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Lasting Impressions: Current Reads With My Book Club at The Armed Forces Retirement Home

Both in person and "virtually," our book club at The Armed Forces Retirement Home, Washington, D.C. continues to read some extraordinary books.

"The Book Woman of Troublesome Creek," written by Kim Michele Richardson, is a fascinating novel. This writing was inspired by the true blue-skinned people of Kentucky and the brave and dedicated Kentucky Pack Horse library service of the 1930's. The Kentucky Pack Horse program was implemented in 1935 by the Works Progress Administration(WPA) to create women's work programs and to assist economic recovery and build literacy. "The Book Woman of Troublesome Creek" is deeply rooted in the history of Appalachia. My very own father was born and spent most of his younger years in a farming community in Lebanon, Kentucky. I was able to learn from the many conversations with my father, about the challenging times that took place during the late twenties and well into the 1930's for both himself and for his family. Author, Kim Michele Richardson herself grew up in extreme poverty, spending the first decade of her life in a rural Kentucky orphanage, moving on to foster care, and then finding herself homeless at the age of fourteen. Ms. Richardson's research and thirst for wanting to introduce her readers to this time in history and to its people is truly captivating.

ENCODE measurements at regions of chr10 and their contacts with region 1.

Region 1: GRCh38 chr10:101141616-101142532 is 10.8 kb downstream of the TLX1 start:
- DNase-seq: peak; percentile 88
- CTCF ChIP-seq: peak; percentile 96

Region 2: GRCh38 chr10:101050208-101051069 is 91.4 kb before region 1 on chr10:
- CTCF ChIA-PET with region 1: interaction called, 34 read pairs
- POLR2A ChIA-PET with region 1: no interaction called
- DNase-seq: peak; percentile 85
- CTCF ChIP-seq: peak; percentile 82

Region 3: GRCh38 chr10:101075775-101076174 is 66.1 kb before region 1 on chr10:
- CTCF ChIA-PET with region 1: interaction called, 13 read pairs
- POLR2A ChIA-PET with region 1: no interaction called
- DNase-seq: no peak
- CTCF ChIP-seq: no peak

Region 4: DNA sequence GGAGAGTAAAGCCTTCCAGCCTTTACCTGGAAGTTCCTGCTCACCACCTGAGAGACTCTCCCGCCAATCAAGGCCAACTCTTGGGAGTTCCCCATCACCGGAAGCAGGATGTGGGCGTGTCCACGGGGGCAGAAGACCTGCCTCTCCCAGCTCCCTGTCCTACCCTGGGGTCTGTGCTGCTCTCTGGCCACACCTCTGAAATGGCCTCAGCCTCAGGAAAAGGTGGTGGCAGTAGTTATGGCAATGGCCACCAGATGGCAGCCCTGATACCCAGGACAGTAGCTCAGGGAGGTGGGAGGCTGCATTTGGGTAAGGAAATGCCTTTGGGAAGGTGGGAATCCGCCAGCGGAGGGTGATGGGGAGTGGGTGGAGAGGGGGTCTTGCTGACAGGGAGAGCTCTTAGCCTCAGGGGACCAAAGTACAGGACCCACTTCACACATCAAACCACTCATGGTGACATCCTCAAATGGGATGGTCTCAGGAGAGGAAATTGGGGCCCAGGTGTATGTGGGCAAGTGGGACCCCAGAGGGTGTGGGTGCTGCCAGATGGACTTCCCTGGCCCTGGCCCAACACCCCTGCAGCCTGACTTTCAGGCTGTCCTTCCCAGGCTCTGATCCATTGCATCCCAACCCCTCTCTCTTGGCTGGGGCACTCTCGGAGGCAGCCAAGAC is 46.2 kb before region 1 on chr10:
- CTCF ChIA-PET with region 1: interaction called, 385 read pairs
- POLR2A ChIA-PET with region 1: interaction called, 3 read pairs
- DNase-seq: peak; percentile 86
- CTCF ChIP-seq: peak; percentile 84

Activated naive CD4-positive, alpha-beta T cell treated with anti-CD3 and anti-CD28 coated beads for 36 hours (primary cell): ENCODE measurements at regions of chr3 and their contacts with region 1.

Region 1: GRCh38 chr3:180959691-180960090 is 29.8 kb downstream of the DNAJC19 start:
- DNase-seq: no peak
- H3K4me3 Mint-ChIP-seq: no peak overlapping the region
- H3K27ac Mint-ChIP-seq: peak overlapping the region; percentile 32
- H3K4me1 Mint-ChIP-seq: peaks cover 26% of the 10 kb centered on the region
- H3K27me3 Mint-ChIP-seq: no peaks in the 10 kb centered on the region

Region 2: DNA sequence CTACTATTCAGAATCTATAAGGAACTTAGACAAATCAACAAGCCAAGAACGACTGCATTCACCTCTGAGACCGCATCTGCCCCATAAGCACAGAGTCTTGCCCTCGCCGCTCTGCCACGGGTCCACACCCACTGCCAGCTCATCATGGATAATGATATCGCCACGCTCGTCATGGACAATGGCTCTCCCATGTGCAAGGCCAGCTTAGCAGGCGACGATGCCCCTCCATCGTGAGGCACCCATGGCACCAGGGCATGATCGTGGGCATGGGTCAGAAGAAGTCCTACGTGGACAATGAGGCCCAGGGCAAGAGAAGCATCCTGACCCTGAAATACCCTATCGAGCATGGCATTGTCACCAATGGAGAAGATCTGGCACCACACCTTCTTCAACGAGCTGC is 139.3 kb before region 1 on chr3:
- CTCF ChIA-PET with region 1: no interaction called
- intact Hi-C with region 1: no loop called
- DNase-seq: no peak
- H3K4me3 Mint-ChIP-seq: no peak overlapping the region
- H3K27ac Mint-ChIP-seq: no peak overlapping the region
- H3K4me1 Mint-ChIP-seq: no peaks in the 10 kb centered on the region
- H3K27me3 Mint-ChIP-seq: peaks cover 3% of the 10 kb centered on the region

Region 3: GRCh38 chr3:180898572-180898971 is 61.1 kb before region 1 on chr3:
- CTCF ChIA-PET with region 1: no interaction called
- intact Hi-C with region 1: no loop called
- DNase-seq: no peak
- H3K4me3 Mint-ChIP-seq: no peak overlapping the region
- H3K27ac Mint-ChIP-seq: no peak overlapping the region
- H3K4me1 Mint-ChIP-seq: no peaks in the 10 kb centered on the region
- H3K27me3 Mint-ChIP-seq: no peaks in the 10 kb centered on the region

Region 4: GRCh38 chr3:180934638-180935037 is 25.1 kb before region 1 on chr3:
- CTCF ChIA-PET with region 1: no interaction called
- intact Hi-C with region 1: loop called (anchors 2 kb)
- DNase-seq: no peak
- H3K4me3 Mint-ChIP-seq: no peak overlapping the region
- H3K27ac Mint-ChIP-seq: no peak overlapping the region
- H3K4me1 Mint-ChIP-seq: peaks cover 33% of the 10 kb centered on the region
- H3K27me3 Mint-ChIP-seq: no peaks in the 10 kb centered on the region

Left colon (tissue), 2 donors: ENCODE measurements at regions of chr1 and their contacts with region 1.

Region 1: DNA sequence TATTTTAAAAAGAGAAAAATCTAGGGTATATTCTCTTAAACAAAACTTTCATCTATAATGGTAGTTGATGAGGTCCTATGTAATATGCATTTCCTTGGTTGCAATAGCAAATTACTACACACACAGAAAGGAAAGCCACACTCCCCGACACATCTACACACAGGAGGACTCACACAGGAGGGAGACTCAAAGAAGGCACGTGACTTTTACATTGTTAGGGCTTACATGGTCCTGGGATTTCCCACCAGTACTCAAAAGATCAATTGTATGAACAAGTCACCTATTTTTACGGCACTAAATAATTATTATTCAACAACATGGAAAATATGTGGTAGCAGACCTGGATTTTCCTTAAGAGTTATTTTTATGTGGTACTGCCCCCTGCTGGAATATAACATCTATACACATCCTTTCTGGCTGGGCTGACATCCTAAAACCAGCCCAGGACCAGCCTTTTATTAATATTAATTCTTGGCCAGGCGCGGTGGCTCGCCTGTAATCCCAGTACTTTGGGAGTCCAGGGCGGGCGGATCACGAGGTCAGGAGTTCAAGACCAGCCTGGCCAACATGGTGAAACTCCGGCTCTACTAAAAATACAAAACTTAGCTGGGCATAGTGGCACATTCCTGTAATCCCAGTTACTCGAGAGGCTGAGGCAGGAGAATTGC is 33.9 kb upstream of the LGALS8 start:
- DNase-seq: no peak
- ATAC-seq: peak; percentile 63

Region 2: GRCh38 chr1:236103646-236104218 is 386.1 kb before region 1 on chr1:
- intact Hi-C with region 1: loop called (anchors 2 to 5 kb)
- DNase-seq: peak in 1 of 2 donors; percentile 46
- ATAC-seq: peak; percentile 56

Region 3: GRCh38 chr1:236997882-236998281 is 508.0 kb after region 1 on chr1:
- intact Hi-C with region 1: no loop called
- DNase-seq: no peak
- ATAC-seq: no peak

"Bunker Hill," written by Nathaniel Philbrick, has a cast of characters that emerge throughout prerevolutionary Boston and the American Revolution to include, John Adams, Samuel Adams, John Hancock, Paul Revere, George Washington, and Joseph Warren. The Battle of Bunker Hill was the most ferocious conflict of the Revolutionary War."

Our book club is just beginning, "Educated," written by Tara Westover. "Educated" will be a book that will afford our group of avid readers some very interesting conversations. Stay tuned...


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